"I have always fought at the front whether I led or followed," Nooj broke in furiously. "I am no coward. I have reasons for my choices no matter what you and your niece think. If you have the idea that because you have decided to pretend I am the leader of this army, I will skulk behind the lines like those desk jockeys at headquarters ..." He stopped himself just on the point of stuttering and took a deep calming breath. "Unlike some, I am not afraid of death. I can see the value in sacrificing for the common good. I am aware of the sweet nothingness Death holds as her gift for the Warrior. I have been close to that nothingness and know its appeal." He leaned forward as if to menace Auron. "I hear the call and am willing to answer. Again. Sir."

To his chagrin, Auron found himself fighting an outburst of laughter. Death, a promise of sweet nothingness? Nooj seemed to be entirely sincere in this belief, but even so he might find himself rather surprised some day. With some effort, Auron swallowed this inappropriate response and took a step backwards in hopes of diffusing the tension that thickened the still air of the grove. Still, he could not resist one last sharp retort. "I am a guardian twice over," he said, voice low and clipped. "I took the oath, and meant it. And I fought by Braska's side as he and Jecht gave their lives for the Final Summoning. So do not presume to lecture me about sacrificing life for a greater purpose."

"I have nothing but respect for those who willingly sought Death for what they thought was the good of the many, no matter how deluded I think they were. Lord Braska and Sir Jecht died honorable deaths, an ending I can only hope to emulate. However, you still live and, while that is no disgrace, it does make your chiding me for the dream of dying inappropriate. Armies have lost their generals, even their most important ones and not failed in their war. No man is truly indispensable. ... I have no wish to fight you. For us to go down such a path would be the most damaging act we could perform against our cause. But you do not have the right to judge me and my intentions. Yes, I am Deathseeker and have been for most of my life. Now more than ever. You can have no idea of what my life is like and why the prospect of death is like a cool cup of fresh water on a hot day. Don't preach to me, sir. I have come so close to Death that I have felt her breath on my face and I long for her beyond all else." Nooj, his expression bleak and hopeless, spoke with a weariness beyond words.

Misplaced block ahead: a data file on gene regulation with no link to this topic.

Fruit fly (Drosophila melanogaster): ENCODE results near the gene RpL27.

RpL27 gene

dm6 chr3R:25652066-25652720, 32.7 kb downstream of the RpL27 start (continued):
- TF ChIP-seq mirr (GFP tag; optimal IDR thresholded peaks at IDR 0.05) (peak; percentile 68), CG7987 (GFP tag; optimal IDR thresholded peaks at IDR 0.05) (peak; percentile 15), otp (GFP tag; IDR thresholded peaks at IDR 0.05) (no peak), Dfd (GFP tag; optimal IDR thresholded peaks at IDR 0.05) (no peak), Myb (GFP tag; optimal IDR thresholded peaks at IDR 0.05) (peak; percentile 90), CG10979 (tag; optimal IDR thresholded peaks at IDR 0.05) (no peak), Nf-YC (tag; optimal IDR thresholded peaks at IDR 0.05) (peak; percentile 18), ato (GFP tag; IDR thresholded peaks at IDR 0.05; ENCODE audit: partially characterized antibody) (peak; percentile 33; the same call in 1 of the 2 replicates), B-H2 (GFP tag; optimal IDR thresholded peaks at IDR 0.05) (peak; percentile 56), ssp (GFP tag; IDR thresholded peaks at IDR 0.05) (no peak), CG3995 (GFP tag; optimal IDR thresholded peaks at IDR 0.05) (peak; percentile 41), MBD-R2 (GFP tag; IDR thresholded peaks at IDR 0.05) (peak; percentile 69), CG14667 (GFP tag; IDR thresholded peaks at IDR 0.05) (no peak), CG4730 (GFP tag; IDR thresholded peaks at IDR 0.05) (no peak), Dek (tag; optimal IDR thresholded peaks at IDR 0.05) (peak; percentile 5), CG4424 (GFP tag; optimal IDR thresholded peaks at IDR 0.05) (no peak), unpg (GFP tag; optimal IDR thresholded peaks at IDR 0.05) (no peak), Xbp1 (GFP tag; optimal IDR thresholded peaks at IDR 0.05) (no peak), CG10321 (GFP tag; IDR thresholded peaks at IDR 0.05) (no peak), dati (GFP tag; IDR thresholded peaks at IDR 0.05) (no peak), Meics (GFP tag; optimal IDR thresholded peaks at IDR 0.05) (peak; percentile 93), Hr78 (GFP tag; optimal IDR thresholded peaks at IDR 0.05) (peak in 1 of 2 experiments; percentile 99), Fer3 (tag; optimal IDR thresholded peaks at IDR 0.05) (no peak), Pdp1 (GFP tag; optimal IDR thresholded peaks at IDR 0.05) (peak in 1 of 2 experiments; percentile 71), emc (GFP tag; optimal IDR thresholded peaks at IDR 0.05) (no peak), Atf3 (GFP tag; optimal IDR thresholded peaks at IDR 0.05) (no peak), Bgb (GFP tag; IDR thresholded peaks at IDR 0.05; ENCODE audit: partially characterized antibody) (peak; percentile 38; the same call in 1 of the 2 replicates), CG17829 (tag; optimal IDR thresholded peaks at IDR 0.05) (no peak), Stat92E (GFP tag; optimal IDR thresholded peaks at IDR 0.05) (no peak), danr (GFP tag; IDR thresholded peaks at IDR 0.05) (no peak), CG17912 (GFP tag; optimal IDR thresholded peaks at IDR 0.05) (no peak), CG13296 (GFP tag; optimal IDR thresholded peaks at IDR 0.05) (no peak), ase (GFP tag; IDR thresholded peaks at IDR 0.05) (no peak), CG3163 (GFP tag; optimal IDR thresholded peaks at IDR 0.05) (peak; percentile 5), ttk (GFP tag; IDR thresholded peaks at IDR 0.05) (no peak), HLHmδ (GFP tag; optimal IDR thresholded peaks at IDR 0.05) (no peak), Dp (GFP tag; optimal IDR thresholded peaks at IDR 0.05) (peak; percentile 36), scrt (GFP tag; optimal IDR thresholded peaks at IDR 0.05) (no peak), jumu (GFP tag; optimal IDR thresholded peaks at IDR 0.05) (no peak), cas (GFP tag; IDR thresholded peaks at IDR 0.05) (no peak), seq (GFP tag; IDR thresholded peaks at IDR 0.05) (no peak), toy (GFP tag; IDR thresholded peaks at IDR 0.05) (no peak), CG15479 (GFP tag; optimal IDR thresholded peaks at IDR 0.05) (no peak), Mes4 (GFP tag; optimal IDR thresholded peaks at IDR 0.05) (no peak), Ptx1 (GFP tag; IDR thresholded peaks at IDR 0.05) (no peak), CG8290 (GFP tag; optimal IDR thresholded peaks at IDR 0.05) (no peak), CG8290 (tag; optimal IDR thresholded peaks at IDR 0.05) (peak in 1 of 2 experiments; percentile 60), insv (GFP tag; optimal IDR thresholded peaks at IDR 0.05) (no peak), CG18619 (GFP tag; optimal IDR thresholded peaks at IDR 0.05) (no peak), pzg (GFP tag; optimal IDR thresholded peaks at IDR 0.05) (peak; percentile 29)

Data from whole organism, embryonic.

Auron could not help himself this time. He chuckled, wryly, under his breath. Nooj was not the first young warrior he'd known to have romantic ideas about death, although he might be the most stubborn about it. Perhaps he needed to see an alternate viewpoint. "I know more about death than you realize," he responded. "Every warrior has had a brush or two with death, and I am no exception. But one of mine came somewhat closer than that." He locked his eye on Nooj's face, which had shifted expression from weary anger to confusion. "You, like everyone, assume that I survived the Final Summoning. To be fair, this is true. I didn't die on that day. But a few days later I fought again, and that battle I did not survive." He took another step back, and let his grip on physical existence slip for just a moment, allowing a few of the pyreflies that made up his undead form to fly free. "I am Unsent."

"That's not possible," Nooj responded flatly. After the experience at the courtyard of the Djose temple and the summoning of Ixion, his logical mind refused to entertain any more mysticism. "The Unsent do not walk among us. According to doctrine, they either dissipate altogether or become fiends. I don't believe you. Sir. I don't know what sort of game you're trying to play but the production of a few fake pyreflies is not going to convince me you're anything except what you look like. You're Auron, alive and functioning. This is beneath your dignity, sir." The final word was spat out like an expletive. "I'll leave you now, sir, and go my own way. Please tell Paine goodbye for me." He began to limp away.